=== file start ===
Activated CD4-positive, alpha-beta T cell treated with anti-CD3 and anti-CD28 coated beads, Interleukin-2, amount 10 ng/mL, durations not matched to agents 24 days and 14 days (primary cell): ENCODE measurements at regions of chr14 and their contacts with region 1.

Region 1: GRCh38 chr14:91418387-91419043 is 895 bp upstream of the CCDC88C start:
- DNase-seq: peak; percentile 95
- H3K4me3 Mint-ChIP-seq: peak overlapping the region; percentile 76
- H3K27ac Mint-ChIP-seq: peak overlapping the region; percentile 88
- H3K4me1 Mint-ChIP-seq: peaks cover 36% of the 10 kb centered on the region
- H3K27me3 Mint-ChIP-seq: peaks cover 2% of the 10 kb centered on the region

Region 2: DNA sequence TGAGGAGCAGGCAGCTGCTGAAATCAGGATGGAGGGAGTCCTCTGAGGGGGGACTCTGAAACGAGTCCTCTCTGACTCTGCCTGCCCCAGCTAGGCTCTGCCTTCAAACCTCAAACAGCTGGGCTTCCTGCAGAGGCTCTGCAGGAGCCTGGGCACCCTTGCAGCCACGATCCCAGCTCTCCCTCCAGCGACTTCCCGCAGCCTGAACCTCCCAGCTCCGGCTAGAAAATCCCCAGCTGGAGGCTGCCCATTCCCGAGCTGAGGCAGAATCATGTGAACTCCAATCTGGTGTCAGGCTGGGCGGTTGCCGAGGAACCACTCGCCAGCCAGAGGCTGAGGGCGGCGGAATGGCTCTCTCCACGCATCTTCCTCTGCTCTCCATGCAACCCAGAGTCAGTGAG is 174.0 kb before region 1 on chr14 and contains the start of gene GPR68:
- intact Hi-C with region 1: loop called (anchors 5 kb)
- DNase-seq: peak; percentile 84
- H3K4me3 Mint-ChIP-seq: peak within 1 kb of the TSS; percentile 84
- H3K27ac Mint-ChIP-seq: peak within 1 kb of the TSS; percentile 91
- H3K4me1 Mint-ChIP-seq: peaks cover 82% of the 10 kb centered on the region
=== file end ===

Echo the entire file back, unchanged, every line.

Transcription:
Activated CD4-positive, alpha-beta T cell treated with anti-CD3 and anti-CD28 coated beads, Interleukin-2, amount 10 ng/mL, durations not matched to agents 24 days and 14 days (primary cell): ENCODE measurements at regions of chr14 and their contacts with region 1.

Region 1: GRCh38 chr14:91418387-91419043 is 895 bp upstream of the CCDC88C start:
- DNase-seq: peak; percentile 95
- H3K4me3 Mint-ChIP-seq: peak overlapping the region; percentile 76
- H3K27ac Mint-ChIP-seq: peak overlapping the region; percentile 88
- H3K4me1 Mint-ChIP-seq: peaks cover 36% of the 10 kb centered on the region
- H3K27me3 Mint-ChIP-seq: peaks cover 2% of the 10 kb centered on the region

Region 2: DNA sequence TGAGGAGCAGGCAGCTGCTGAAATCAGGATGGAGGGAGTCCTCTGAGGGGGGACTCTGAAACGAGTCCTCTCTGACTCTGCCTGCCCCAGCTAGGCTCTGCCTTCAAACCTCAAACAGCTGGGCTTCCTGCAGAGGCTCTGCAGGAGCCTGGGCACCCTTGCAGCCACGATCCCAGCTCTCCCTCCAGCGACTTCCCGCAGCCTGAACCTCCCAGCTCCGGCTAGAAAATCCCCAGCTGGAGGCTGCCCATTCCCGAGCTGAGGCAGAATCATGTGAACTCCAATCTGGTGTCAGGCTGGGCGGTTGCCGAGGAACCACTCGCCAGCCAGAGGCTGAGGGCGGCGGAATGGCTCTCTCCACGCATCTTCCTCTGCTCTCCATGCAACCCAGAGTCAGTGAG is 174.0 kb before region 1 on chr14 and contains the start of gene GPR68:
- intact Hi-C with region 1: loop called (anchors 5 kb)
- DNase-seq: peak; percentile 84
- H3K4me3 Mint-ChIP-seq: peak within 1 kb of the TSS; percentile 84
- H3K27ac Mint-ChIP-seq: peak within 1 kb of the TSS; percentile 91
- H3K4me1 Mint-ChIP-seq: peaks cover 82% of the 10 kb centered on the region